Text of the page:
Hydrogen gas inhalation protects against cigarette smoke-induced COPD development in mice

Defu Li, Difei Li, Hongwei Yao, Huijun Mei, Jiaze Shu, Jieying Hu, Jingyi Xu, Liang Yuan, Nanshan Zhong, Ruijuan Guan, Tao Wang, Wenju Lu, Yuanyuan Li, Zeguang Zheng, Zhen Long

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DOI: 10.21037/jtd.2018.05.93 DOI is the universal ID for this study.

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Background: Chronic obstructive pulmonary disease (COPD) is a chronic lung disease with limited treatment options. Hydrogen (H2) has been shown to be anti-oxidative and anti-inflammatory. This study aimed to evaluate the beneficial effects of H2 inhalation on COPD development in mice.

Methods: A COPD mouse model was established in male C57BL mice by cigarette smoke (CS) exposure. The H2 intervention was administered by atomisation inhalation. Lung functions were assessed by using Buxco lung function measurement system. The inflammatory cells were counted and the levels of IL-6 and KC in BALF were assayed with ELISA. The lung tissue was subjected to H&E or PAS or Masson's trichrome stain. Furthermore, 16HBE cells were used to evaluate the effects of H2 on signaling change caused by hydrogen peroxide (H2O2). H2O2 was used to treat 16HBE cells with or without H2 pretreatment. The IL-6 and IL-8 levels in cell culture medium were measured. The levels of phosphorylated ERK1/2 and nucleic NF-κB in lungs and 16HBE cells were determined.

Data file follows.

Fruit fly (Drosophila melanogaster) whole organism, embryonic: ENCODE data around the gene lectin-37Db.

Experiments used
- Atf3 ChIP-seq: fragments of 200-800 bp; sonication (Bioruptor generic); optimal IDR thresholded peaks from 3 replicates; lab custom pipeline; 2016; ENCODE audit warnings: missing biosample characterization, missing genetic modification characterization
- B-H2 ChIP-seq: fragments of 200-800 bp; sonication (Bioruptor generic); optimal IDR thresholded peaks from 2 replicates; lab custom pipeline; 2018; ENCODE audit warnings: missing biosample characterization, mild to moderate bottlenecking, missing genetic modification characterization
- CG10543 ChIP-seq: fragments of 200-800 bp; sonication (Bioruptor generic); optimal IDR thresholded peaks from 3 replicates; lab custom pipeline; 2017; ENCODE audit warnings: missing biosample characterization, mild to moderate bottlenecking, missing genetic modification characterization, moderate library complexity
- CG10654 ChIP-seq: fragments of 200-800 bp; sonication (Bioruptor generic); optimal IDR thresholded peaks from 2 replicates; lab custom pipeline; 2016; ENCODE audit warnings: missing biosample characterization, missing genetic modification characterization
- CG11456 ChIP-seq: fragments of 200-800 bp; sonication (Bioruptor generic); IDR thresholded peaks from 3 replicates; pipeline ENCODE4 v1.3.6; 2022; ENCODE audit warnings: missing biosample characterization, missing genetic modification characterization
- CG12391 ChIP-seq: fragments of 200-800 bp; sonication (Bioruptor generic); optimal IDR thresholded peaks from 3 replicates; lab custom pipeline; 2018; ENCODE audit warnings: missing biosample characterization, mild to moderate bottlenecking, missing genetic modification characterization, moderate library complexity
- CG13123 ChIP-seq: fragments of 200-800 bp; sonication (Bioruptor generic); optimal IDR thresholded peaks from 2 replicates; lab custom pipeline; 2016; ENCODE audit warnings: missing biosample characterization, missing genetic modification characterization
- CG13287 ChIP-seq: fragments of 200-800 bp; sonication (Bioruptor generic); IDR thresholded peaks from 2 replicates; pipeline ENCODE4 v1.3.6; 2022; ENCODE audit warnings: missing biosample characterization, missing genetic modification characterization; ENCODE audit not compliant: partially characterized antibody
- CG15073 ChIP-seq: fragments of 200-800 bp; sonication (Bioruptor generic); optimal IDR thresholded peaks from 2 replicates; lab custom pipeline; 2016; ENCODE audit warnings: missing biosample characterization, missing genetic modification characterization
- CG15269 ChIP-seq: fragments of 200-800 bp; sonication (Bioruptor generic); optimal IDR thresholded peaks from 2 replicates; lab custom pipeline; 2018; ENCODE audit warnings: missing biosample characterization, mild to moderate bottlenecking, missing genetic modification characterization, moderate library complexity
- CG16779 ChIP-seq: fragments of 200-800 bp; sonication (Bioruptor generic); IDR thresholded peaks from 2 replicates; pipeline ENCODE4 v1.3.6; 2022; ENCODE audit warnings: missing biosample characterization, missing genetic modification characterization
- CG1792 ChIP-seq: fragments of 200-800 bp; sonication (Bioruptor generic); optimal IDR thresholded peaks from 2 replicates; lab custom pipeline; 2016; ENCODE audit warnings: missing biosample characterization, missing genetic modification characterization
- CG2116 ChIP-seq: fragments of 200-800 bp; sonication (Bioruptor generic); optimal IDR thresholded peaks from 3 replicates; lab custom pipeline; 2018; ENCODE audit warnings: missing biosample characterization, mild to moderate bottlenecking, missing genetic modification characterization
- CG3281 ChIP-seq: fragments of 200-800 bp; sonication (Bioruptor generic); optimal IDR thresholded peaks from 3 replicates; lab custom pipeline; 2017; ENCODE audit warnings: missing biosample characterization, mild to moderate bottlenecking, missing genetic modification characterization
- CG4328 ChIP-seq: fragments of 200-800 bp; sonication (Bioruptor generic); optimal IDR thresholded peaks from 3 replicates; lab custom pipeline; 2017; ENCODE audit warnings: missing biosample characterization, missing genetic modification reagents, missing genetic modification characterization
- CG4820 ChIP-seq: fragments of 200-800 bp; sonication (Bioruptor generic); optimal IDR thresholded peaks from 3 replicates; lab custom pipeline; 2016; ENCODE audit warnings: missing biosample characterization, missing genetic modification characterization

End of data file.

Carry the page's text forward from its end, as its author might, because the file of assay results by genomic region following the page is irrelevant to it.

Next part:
Results: H2 ameliorated CS-induced lung function decline, emphysema, inflammatory cell infiltration, small-airway remodelling, goblet-cell hyperplasia in tracheal epithelium and activated ERK1/2 and NF-κB in mouse lung. In 16HBE airway cells, H2O2 increased IL-6 and IL-8 secretion in conjunction with ERK1/2 and NF-κB activation. These changes were reduced by H2 treatment. Conclusions: These findings demonstrated that H2 inhalation could inhibit CS-induced COPD development in mice, which is associated with reduced ERK1/2 and NF-κB-dependent inflammatory responses.

Publish Year 2018
Country China
Rank Positive
Journal Journal of Thoracic Disease
Primary Topic Lung
Secondary TopicEnvironmental Pollution
Model Mouse
Tertiary TopicCigarette Smoke Exposure
Vehicle Gas
pH N/A
Application Inhalation